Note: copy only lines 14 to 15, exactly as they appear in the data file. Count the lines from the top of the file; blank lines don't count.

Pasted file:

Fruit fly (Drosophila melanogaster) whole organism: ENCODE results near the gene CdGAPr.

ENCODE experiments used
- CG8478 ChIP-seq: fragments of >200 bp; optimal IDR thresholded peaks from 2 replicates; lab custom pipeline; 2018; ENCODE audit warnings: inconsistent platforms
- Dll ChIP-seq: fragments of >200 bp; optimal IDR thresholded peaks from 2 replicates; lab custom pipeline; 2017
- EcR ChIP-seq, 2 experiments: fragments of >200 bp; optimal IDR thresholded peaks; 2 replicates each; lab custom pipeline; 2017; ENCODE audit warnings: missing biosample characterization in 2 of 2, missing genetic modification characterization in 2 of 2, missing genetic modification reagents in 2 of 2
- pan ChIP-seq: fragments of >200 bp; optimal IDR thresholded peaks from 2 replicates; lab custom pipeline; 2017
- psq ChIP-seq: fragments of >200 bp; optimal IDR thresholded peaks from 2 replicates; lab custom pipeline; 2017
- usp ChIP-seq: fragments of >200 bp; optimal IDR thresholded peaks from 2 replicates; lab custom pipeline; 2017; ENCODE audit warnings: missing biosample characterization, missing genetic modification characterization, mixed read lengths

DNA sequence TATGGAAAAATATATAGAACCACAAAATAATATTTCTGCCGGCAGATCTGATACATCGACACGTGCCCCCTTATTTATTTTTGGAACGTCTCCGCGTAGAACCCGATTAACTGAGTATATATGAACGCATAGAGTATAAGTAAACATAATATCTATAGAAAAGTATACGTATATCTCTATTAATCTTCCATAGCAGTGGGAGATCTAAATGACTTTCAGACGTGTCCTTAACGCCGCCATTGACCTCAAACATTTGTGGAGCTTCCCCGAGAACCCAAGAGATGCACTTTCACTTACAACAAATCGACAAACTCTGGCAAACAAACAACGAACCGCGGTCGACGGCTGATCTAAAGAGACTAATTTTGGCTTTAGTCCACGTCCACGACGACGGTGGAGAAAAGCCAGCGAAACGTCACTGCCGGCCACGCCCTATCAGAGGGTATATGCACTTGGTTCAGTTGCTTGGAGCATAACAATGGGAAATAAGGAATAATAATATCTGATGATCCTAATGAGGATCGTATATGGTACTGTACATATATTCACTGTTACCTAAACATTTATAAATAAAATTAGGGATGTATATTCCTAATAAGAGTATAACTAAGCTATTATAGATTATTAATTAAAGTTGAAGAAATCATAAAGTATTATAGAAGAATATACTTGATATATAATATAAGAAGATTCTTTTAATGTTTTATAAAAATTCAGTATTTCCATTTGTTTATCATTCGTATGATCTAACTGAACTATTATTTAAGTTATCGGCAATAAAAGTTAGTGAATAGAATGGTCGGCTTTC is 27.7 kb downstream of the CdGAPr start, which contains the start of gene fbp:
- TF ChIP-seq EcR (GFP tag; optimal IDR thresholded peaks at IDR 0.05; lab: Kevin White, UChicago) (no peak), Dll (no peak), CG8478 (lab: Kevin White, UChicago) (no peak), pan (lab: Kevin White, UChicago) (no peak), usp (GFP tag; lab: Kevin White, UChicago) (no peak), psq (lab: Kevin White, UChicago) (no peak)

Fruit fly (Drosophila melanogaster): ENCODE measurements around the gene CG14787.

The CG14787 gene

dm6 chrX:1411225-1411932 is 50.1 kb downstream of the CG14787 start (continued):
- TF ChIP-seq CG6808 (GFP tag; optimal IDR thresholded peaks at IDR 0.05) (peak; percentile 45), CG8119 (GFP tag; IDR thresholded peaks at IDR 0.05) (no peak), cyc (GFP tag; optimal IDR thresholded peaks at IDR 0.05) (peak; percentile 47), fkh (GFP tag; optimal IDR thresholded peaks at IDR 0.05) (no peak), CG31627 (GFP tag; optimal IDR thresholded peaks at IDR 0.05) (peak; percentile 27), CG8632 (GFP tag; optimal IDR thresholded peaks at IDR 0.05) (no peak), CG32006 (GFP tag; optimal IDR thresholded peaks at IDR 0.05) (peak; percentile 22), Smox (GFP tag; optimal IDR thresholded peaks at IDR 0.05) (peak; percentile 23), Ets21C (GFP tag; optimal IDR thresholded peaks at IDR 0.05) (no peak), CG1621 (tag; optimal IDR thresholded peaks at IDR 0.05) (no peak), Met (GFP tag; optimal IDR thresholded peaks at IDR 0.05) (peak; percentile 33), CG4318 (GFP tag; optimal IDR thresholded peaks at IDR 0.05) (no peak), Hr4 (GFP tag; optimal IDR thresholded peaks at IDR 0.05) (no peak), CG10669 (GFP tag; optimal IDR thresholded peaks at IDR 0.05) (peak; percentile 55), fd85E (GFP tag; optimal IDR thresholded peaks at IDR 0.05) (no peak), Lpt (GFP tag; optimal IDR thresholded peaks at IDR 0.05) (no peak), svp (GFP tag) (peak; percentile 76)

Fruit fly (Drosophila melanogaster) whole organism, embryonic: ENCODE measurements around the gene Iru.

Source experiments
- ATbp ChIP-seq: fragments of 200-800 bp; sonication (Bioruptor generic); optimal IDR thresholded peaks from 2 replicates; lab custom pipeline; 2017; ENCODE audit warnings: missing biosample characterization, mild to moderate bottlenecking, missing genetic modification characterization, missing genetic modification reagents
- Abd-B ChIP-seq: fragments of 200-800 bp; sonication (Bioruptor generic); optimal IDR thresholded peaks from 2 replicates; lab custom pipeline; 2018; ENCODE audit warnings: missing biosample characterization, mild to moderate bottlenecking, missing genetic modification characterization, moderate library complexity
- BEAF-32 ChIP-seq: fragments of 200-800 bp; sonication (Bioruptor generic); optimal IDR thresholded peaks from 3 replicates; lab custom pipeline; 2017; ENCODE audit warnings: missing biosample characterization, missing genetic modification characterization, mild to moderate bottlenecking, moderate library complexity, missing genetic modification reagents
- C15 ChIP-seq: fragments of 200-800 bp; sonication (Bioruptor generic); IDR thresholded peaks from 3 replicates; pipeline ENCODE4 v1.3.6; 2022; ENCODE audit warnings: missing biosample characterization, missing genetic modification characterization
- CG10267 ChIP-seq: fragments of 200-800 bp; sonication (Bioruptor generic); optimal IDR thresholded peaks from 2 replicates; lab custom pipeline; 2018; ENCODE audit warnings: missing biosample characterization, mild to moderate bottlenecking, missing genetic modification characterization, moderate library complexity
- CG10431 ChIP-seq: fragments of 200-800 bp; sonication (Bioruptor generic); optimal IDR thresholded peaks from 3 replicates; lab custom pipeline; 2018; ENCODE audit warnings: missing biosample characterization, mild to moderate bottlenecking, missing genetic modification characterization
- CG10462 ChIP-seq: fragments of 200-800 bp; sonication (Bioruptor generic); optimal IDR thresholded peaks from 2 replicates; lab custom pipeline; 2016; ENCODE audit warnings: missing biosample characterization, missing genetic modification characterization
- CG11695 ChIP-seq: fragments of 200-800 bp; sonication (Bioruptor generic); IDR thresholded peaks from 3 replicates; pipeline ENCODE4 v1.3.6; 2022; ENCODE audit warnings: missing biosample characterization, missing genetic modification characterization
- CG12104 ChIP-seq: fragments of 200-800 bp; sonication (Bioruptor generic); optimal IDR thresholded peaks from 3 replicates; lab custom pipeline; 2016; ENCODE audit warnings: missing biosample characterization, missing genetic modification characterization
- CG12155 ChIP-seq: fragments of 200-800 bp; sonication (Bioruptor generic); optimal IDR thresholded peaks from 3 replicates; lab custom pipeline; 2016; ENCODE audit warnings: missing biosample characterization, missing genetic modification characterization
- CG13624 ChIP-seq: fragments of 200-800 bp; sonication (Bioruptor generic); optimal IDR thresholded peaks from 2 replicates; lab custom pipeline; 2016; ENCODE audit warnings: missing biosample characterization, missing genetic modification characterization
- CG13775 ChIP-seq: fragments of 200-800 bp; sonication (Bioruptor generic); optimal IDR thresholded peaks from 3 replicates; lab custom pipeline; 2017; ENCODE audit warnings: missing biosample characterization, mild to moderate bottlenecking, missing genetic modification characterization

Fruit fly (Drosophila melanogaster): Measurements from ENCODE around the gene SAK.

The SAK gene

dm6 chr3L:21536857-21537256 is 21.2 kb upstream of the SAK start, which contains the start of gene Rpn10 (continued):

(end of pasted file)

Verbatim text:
- TF ChIP-seq CG6808 (GFP tag; optimal IDR thresholded peaks at IDR 0.05) (peak; percentile 45), CG8119 (GFP tag; IDR thresholded peaks at IDR 0.05) (no peak), cyc (GFP tag; optimal IDR thresholded peaks at IDR 0.05) (peak; percentile 47), fkh (GFP tag; optimal IDR thresholded peaks at IDR 0.05) (no peak), CG31627 (GFP tag; optimal IDR thresholded peaks at IDR 0.05) (peak; percentile 27), CG8632 (GFP tag; optimal IDR thresholded peaks at IDR 0.05) (no peak), CG32006 (GFP tag; optimal IDR thresholded peaks at IDR 0.05) (peak; percentile 22), Smox (GFP tag; optimal IDR thresholded peaks at IDR 0.05) (peak; percentile 23), Ets21C (GFP tag; optimal IDR thresholded peaks at IDR 0.05) (no peak), CG1621 (tag; optimal IDR thresholded peaks at IDR 0.05) (no peak), Met (GFP tag; optimal IDR thresholded peaks at IDR 0.05) (peak; percentile 33), CG4318 (GFP tag; optimal IDR thresholded peaks at IDR 0.05) (no peak), Hr4 (GFP tag; optimal IDR thresholded peaks at IDR 0.05) (no peak), CG10669 (GFP tag; optimal IDR thresholded peaks at IDR 0.05) (peak; percentile 55), fd85E (GFP tag; optimal IDR thresholded peaks at IDR 0.05) (no peak), Lpt (GFP tag; optimal IDR thresholded peaks at IDR 0.05) (no peak), svp (GFP tag) (peak; percentile 76)

Fruit fly (Drosophila melanogaster) whole organism, embryonic: ENCODE measurements around the gene Iru.